A malicious ad served up by third-party ad network Unanimis on the London Stock Exchange Website downloaded malware onto users' Windows machines.
The London Stock Exchange can't seem to catch a break. Less than 48 hours after a technical glitch stopped all trading, Google flagged the stock exchange's Website for malware.
Users trying to get to londonstockexchange.com via Google Chrome or Mozilla Firefox were shown a warning page on Feb. 27 that warned the site may contain malware. Chrome and Firefox both use Google's malware blocklist to flag suspected sites.
Merely viewing the stock exchange's main homepage caused malware to be downloaded in a drive-by attack, Paul Mutton, an information security consultant based in Wiltshire, England, wrote on the High Severity security blog. He was alerted to the issue by some users on Twitter.
Google's Safe Browsing feature provides diagnostic information for the site's malware history. "Of the 281 pages we tested on the site over the past 90 days, 65 page(s) resulted in malicious software being downloaded and installed without user consent," the diagnostic page read on Feb. 27. The diagnostic page claimed to have found two scripting exploits, two Trojans and one exploit. A successful infection resulted in an average of five new processes on the compromised machine, according to the page.
The problem turned out to be a malicious advertisement being served up by a third-party ad network, according to the stock exchange. The malicious advertisement has been removed and the exchange was working with Google to take down the warning message, LSE said.
The London Stock Exchange site itself has not hosted any malware, nor has it been used to infect other sites, according to the diagnostic page. With "malvertising," cyber-criminals can easily use a large number of legitimate Websites to download malware in the background without directly compromising the sites, but indirectly via a malicious ad on a third-party network.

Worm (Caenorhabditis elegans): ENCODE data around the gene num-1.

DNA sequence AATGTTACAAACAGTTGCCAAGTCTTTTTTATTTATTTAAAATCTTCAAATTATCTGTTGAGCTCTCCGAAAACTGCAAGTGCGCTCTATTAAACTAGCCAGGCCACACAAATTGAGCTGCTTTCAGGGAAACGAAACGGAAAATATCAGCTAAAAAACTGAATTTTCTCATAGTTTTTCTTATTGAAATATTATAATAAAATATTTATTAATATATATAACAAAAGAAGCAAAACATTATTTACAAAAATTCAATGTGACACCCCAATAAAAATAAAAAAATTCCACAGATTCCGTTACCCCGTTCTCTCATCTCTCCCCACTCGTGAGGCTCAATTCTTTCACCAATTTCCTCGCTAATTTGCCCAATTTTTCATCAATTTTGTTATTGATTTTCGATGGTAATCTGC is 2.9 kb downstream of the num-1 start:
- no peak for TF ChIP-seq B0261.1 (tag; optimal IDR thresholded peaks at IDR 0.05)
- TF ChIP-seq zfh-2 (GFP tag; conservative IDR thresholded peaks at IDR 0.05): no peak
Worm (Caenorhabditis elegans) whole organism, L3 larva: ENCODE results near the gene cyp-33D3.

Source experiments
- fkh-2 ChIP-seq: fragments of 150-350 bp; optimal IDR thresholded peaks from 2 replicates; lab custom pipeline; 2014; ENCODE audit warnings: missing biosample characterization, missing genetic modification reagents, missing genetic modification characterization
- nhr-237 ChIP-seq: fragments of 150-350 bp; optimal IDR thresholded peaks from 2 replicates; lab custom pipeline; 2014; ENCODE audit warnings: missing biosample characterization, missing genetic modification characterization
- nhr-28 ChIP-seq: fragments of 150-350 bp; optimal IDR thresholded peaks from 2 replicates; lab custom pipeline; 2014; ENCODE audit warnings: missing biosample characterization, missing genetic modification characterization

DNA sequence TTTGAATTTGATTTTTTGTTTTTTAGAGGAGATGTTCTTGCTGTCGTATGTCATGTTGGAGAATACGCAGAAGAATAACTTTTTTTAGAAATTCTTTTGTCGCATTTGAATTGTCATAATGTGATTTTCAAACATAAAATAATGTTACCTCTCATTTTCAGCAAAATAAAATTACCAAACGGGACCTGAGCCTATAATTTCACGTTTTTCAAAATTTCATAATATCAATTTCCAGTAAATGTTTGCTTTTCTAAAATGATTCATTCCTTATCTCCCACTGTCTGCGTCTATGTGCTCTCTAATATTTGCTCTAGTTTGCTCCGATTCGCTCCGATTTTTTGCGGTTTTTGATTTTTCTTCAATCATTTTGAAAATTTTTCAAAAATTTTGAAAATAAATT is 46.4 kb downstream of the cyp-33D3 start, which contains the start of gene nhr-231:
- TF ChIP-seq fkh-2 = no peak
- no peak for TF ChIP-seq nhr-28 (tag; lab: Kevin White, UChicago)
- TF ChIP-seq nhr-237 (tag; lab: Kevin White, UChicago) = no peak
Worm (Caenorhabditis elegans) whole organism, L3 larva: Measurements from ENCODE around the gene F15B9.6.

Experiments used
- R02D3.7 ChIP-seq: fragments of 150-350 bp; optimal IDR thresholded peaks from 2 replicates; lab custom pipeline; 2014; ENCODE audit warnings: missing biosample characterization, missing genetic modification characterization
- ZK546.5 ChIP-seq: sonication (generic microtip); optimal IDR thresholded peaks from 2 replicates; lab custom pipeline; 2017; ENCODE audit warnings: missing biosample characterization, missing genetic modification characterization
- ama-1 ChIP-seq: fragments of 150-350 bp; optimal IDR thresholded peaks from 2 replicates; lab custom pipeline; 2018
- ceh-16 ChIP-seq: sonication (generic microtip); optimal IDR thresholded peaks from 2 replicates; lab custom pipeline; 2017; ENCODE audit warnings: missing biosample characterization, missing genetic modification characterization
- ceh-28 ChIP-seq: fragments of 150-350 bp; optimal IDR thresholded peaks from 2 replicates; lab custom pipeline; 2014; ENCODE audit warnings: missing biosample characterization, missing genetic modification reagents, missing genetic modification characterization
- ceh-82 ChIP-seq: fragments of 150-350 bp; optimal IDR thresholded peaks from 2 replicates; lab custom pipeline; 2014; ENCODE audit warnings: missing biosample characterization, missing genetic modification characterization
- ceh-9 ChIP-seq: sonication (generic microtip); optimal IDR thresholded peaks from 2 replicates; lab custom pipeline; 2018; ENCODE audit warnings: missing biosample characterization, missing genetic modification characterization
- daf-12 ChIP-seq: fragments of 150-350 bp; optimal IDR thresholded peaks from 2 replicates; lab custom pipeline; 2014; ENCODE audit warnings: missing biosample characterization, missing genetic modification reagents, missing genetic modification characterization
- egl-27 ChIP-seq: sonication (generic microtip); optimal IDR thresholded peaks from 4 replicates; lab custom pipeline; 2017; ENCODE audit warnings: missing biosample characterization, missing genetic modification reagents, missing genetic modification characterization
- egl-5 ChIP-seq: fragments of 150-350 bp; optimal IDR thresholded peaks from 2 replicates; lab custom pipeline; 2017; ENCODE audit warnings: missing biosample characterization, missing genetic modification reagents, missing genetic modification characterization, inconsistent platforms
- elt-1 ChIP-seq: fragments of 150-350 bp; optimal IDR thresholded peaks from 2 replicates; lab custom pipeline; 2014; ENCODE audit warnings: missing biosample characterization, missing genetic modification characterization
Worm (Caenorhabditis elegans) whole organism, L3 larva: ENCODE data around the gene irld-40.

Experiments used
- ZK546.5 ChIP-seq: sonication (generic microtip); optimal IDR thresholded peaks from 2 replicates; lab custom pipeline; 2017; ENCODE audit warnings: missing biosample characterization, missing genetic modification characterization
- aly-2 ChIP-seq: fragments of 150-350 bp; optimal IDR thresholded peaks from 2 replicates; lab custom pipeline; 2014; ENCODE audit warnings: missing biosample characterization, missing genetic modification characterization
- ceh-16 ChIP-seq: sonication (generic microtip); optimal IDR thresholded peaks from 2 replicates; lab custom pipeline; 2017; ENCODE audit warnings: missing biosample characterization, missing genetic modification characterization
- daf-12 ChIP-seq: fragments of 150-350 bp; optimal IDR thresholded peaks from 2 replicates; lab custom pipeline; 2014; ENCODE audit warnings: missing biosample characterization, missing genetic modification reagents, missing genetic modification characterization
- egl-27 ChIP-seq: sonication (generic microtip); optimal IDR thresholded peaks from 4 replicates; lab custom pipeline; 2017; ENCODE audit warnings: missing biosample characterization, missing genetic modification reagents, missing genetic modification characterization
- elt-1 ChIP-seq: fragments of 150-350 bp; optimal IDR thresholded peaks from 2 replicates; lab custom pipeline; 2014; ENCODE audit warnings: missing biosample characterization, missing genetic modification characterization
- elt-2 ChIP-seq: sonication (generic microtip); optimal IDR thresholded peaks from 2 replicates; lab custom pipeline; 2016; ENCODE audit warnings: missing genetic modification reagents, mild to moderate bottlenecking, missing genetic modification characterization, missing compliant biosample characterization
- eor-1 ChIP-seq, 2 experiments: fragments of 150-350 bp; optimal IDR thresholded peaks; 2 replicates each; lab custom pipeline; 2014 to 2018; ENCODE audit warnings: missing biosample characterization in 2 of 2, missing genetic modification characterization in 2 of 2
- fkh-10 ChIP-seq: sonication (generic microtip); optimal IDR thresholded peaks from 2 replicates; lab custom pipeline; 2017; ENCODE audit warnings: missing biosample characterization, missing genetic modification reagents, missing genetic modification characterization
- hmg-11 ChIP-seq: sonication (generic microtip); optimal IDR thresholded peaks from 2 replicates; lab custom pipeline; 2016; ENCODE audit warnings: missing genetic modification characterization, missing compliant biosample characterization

Malvertising have become a primary attack vector, according to Anup Ghosh, founder and chief scientist of Invincea.
In this case, the ad was being served up by third-party provider Unanimis and Borsa Italiana, and the malware was actually hosted on stripli.com, a site that Google had already flagged as being suspicious, according to diagnostic page.
Compromised users were hit by a fake antivirus program which appeared in the system tray and prevented other processes such as Task Manager from running, Mutton said. The malware also changed the wallpaper to a text background that warned in bright red letters, "Warning! Your're in danger! Your computer is infected with spyware!"
The malware affected only the site's banner advertisements and did not compromise the rest of the stock exchange's Website, according to Unanismis. "The affected advertisements have been removed and all sites continue to operate normally," the company said. "For clarity the LSE Website was not impacted by this malware, not did it propagate malware," according to the statement.
A London Stock Exchange spokesperson told Mutton it was inaccurate to claim the stock exchange site was propagating malware since users had to click through to be infected, according to an earlier version of Mutton's post.